Headington history: Miscellaneous

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Former Headington Cinema, New High Street

Moulin Rouge Cinema, New High Street
Photograph: © Graham Paul Smith

A cinema was first proposed for Headington as early as 1914, and an architect's drawing for the “Headington Kiema Theatre” for Mr H. Froude, desiged by A. W. Gardiner of St Aldate's, appeared in the Oxford Journal Illustrated on 25 February 1914. This would have stood on the north side of the London Road near Osler Road, but never came to fruition.

Clifton House

In 1918 Edwin James Hall moved into Clifton House at 90 London Road. This detached house (shown left prior to demolition in 1991) had a large L-shaped garden with a back entrance on New High Street.

After failing to get planning permission to build a cinema on the north side of the London Road, Hall converted his own house into three shops and then bought the three adjoining London Road shops known as Belle Vue Terrace.

He then used the south end of the gardens of these six shops to build a cinema facing on to New High Street. The 1921 map (below left) shows the L-shaped garden of Clifton House and Belle View Terrace immediately to the west. The 1939 map (below right) shows how the cinema was slotted into those four gardens.



Cinema close up


Right This detail from a postcard dating from the 1920s shows Headington Cinema (then called New Cinema) at the top of New High Street (which was then still the high street of New Headington village).

The poster near the entrance shows that a film with John Gilbert was on the bill.

The whole postcard and more about the adjoining shops can be seen in the old postcards section of this website.

1935 advert

The New Cinema, as it was known, was officially opened at 5.40pm on Monday 8 October 1923, and the programme for the first three days (all silent, of course), lasted 3½ hours. It comprised a new main film (Dr Mabuse the Gambler), supported by a feature (Lilac Sunbonnet), a documentary (Across the World), and the first instalment of a serial called Nick Carter.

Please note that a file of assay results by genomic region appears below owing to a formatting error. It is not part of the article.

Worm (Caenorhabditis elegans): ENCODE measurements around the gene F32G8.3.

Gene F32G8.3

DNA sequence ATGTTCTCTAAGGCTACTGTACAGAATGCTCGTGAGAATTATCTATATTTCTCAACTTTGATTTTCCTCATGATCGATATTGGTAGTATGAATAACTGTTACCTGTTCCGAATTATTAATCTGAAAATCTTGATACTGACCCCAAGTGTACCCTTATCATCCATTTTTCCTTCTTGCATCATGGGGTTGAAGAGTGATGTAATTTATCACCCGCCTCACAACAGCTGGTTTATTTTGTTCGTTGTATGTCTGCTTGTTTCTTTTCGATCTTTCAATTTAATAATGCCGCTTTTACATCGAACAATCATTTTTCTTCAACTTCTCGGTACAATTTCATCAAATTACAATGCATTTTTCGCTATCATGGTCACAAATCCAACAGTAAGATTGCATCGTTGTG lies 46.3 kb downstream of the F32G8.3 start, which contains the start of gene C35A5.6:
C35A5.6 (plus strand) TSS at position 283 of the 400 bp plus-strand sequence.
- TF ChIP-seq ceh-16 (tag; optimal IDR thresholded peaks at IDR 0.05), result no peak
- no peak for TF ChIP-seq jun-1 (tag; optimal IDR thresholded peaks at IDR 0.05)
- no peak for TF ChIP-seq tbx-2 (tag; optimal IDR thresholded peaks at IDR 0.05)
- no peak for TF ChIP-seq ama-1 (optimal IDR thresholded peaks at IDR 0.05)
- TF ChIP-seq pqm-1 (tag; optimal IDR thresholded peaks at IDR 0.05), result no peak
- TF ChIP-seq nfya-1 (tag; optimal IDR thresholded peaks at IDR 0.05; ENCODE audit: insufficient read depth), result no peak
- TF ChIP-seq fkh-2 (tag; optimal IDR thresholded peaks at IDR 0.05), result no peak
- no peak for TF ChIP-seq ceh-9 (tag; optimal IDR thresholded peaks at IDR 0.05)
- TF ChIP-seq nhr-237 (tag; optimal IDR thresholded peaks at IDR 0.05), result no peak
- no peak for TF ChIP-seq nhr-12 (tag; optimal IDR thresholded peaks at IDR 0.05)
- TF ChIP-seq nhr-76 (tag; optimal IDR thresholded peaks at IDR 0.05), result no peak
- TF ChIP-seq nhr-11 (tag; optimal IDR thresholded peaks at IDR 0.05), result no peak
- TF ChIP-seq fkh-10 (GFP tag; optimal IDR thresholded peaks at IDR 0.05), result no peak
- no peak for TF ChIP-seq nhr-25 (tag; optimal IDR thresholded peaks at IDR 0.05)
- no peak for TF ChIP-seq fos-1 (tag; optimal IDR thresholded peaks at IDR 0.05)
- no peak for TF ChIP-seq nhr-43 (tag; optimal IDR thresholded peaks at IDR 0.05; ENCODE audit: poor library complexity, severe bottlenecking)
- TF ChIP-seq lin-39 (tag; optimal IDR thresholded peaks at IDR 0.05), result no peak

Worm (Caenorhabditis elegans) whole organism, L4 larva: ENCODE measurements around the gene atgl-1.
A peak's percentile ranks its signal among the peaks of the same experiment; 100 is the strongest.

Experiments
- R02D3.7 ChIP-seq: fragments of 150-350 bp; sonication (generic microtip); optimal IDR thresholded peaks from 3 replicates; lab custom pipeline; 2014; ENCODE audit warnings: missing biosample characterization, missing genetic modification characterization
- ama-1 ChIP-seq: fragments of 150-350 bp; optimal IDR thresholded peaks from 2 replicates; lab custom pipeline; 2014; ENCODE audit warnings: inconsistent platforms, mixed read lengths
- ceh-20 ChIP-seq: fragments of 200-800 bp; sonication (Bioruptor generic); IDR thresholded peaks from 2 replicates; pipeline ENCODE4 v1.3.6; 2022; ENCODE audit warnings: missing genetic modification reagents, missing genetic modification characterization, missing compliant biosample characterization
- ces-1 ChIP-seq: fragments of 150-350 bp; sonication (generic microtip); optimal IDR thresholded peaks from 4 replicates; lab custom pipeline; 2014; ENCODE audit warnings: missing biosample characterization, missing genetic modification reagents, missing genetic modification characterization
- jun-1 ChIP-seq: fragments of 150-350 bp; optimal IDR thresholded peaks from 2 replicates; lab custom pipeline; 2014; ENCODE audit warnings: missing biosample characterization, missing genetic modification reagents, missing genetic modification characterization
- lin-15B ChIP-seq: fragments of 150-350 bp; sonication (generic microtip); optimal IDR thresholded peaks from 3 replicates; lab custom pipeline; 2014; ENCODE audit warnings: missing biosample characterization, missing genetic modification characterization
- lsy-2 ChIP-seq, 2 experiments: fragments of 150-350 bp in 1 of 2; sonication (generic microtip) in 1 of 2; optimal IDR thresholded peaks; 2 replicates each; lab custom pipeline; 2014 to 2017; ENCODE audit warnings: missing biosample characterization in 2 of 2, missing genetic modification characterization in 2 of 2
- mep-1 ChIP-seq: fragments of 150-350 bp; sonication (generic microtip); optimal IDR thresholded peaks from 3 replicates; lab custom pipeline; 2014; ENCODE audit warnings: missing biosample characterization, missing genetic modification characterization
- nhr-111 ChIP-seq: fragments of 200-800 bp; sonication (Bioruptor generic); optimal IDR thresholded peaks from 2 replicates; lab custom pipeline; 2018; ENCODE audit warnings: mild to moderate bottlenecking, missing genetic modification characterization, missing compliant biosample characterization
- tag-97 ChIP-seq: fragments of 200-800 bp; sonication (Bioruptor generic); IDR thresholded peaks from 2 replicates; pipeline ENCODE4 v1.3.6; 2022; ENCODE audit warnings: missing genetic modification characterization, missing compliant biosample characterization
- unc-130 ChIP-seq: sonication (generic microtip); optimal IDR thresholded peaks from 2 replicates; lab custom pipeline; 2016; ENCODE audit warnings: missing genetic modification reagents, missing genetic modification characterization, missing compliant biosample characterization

A photograph of the New Cinema appeared in the Oxford Journal Illustrated of 10 October 1923.

In the 1930s the fish & chip shop at 1A New High Street, used to store bicycles for people who went to the cinema.




Right: Advertisement for Headington Cinema in the Oxford Monthly for 1935

Photographs of the Moulin Rouge: 1957 and 1961.

Hall died in 1960 and his son Edward leased the cinema to Unifilms of London, who renamed it the Moulin Rouge, but failed to get planning permission for an illuminated windmill sign with revolving lights.

When Bill Heine took over the management of the cinema in 1980, he encountered a similar problem after adorning it with an enormous pair of can-can legs, sculpted by John Buckley (later to create the Headington Shark); but he outwitted the planners with his usual chutzpah by renaming the cinema “Not the Moulin Rouge”, claiming that the legs could not be an advertisement for something that by its very name emphatically denied any connection with any dancing girls.

This cinema came under the aegis of Bill’s Penultimate Picture Company, which also ran the Penultimate Picture Palace (now renamed the Ultimate Picture Palace) in Jeune Street, Oxford and the Duke of York’s Cinema in Brighton. When the [Not the] Moulin Rouge in Headington closed in 1991, the legs were transferred to the roof of his Brighton cinema, and are still there.

The Headington cinema, together with what remained of Mr Hall’s six shops on the London Road, was demolished in 1991 to make way for a new corner shop and the flats at Standon Court. The Penultimate Picture Palace Company collapsed in 1994.

The pictures below were taken inside the cinema on the day in 1991 that the demolition team arrived.

Cinema inside

Inside the cinema

Inside the cinema

Details of inside the cinema

The photograph below shows the new flats (Standon Court) that were built on the cinema site in the late 1990s.

Standon Court

© Stephanie Jenkins

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